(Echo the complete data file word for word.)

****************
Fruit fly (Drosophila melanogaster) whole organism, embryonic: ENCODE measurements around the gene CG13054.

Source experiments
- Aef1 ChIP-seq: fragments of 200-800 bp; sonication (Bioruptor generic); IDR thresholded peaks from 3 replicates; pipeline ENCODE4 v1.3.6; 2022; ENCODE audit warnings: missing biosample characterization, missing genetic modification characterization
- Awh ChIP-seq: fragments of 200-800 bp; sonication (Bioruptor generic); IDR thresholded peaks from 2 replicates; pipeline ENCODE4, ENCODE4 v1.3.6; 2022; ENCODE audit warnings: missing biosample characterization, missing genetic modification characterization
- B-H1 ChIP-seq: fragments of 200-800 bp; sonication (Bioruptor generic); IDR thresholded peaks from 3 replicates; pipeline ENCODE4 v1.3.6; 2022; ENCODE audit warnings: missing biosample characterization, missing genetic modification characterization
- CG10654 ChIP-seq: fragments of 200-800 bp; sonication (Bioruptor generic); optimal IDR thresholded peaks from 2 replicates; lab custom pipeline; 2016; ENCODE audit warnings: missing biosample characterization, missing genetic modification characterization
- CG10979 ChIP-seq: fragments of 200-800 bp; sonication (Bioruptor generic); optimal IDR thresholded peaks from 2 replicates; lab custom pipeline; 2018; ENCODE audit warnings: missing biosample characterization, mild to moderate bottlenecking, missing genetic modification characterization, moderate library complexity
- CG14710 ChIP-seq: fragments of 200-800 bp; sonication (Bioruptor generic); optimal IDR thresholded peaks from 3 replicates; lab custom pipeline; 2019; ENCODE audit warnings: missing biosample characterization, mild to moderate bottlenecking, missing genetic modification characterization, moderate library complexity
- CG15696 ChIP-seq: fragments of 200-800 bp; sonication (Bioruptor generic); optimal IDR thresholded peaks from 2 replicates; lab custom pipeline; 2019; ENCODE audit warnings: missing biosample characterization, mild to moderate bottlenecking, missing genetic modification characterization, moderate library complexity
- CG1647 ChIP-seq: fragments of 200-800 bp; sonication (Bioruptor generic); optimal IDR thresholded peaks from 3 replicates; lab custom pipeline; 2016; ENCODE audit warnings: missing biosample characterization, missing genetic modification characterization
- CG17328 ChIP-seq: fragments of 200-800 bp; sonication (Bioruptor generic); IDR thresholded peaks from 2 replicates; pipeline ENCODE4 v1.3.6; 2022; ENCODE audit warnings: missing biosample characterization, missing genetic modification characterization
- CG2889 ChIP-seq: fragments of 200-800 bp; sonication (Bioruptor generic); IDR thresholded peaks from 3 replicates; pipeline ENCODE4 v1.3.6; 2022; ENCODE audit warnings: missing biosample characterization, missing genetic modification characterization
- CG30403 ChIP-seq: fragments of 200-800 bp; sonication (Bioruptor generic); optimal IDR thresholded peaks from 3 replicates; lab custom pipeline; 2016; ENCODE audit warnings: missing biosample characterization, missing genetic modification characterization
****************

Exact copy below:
Fruit fly (Drosophila melanogaster) whole organism, embryonic: ENCODE measurements around the gene CG13054.

Source experiments
- Aef1 ChIP-seq: fragments of 200-800 bp; sonication (Bioruptor generic); IDR thresholded peaks from 3 replicates; pipeline ENCODE4 v1.3.6; 2022; ENCODE audit warnings: missing biosample characterization, missing genetic modification characterization
- Awh ChIP-seq: fragments of 200-800 bp; sonication (Bioruptor generic); IDR thresholded peaks from 2 replicates; pipeline ENCODE4, ENCODE4 v1.3.6; 2022; ENCODE audit warnings: missing biosample characterization, missing genetic modification characterization
- B-H1 ChIP-seq: fragments of 200-800 bp; sonication (Bioruptor generic); IDR thresholded peaks from 3 replicates; pipeline ENCODE4 v1.3.6; 2022; ENCODE audit warnings: missing biosample characterization, missing genetic modification characterization
- CG10654 ChIP-seq: fragments of 200-800 bp; sonication (Bioruptor generic); optimal IDR thresholded peaks from 2 replicates; lab custom pipeline; 2016; ENCODE audit warnings: missing biosample characterization, missing genetic modification characterization
- CG10979 ChIP-seq: fragments of 200-800 bp; sonication (Bioruptor generic); optimal IDR thresholded peaks from 2 replicates; lab custom pipeline; 2018; ENCODE audit warnings: missing biosample characterization, mild to moderate bottlenecking, missing genetic modification characterization, moderate library complexity
- CG14710 ChIP-seq: fragments of 200-800 bp; sonication (Bioruptor generic); optimal IDR thresholded peaks from 3 replicates; lab custom pipeline; 2019; ENCODE audit warnings: missing biosample characterization, mild to moderate bottlenecking, missing genetic modification characterization, moderate library complexity
- CG15696 ChIP-seq: fragments of 200-800 bp; sonication (Bioruptor generic); optimal IDR thresholded peaks from 2 replicates; lab custom pipeline; 2019; ENCODE audit warnings: missing biosample characterization, mild to moderate bottlenecking, missing genetic modification characterization, moderate library complexity
- CG1647 ChIP-seq: fragments of 200-800 bp; sonication (Bioruptor generic); optimal IDR thresholded peaks from 3 replicates; lab custom pipeline; 2016; ENCODE audit warnings: missing biosample characterization, missing genetic modification characterization
- CG17328 ChIP-seq: fragments of 200-800 bp; sonication (Bioruptor generic); IDR thresholded peaks from 2 replicates; pipeline ENCODE4 v1.3.6; 2022; ENCODE audit warnings: missing biosample characterization, missing genetic modification characterization
- CG2889 ChIP-seq: fragments of 200-800 bp; sonication (Bioruptor generic); IDR thresholded peaks from 3 replicates; pipeline ENCODE4 v1.3.6; 2022; ENCODE audit warnings: missing biosample characterization, missing genetic modification characterization
- CG30403 ChIP-seq: fragments of 200-800 bp; sonication (Bioruptor generic); optimal IDR thresholded peaks from 3 replicates; lab custom pipeline; 2016; ENCODE audit warnings: missing biosample characterization, missing genetic modification characterization